With Main Street loans, businesses must have strong cash flows and positive 2019 EBITDA, which, depending on how they chose to operate their business in the preceding years, may disqualify them. Lenders can originate new loans, but are being selective and only doing so for companies that align with their portfolios’ risk profile once MSLP has run its course, Smallwood added.

Take the conventional route

Other loan structures—such as conventional or SBA loans—may be better for your business.

Conventional cash-flow-based loans, which have shorter terms and interest rates of 4% to 8%, have similar cash-flow requirements as Main Street loans. The amount you can get is dependent upon EBITDA—and you’ll need to provide full collateral support if EBITDA is less than $10 million. The cash flow to debt ratio also must be below 3x.

Asset-backed loans might be a better fit if your EBITDA margins are thin or volatile. Since the pandemic, lenders have raised their collateral requirement by 10%. ABL interest rates are comparable to cash-flow loans—3% to 7%. The debt service coverage ratio must be 1.25x EBITDA to ensure you can cover your obligations. These loans work well for retailers, manufacturers and commodities-based companies.

For smaller loans between $5 million and $25 million, the Small Business Administration’s 7(a) and SBA 504 both have low origination fees and longer terms of up to 10 years.  The interest rate is low, around 8%. Still, borrowers need a personal guarantee—and often fixed collateral is requested by lenders.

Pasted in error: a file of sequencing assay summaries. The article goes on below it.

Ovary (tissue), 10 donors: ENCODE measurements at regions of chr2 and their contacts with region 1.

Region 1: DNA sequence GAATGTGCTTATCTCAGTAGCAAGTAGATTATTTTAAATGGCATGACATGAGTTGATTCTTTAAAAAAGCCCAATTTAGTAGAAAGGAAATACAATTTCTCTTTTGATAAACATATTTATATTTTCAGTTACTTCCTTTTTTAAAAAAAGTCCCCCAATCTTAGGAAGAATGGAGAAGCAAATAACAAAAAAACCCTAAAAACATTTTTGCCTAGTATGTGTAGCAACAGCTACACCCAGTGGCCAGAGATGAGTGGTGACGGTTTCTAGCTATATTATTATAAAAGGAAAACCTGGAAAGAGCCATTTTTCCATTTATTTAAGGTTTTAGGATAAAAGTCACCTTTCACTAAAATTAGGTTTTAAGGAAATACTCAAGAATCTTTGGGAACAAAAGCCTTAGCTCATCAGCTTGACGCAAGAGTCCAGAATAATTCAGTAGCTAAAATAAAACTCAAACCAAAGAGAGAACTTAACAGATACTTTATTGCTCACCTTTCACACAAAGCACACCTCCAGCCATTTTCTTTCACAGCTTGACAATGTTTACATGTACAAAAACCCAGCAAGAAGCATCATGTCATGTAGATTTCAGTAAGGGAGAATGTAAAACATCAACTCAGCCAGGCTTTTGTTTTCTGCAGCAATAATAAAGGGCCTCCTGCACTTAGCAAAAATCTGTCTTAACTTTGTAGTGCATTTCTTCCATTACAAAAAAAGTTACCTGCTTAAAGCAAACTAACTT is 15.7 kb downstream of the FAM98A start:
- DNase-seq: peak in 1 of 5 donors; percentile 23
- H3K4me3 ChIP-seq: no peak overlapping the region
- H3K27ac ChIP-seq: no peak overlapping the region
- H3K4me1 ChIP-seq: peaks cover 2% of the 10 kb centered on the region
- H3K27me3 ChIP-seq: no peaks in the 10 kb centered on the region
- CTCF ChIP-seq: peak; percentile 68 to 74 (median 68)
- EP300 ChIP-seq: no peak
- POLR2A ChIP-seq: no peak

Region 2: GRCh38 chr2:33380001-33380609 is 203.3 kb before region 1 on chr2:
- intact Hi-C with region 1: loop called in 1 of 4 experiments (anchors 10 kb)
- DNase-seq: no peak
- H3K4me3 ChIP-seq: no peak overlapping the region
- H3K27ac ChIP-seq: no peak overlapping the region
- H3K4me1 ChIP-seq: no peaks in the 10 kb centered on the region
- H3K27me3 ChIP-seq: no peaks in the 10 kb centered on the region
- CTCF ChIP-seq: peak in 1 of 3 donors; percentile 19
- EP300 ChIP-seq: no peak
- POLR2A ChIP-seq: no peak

Go wide with a non-bank lender

The good news is that the universe of options is not limited to the bank and government loans. For example, private debt has become an excellent way to access the capital you need. Assets under management (AUM) have grown consistently each year and, as of June 2019, reached a record $812 billion. Over 4,100 investors now make allocations to the asset class.[2]

You may be able to access private capital for any deal size over $5 million with a non-bank lender. These include asset-based lenders, mezzanine funds, venture debt lenders, private debt funds, small business investment companies (SBICs) and business development companies (BDCs).

Non-bank lenders have plenty of capital to deploy and aren’t burdened by regulation. As such, requirements are easier and more relaxed for borrowers that don’t have reliable financial projections or are uncertain about post-COVID reopening timelines.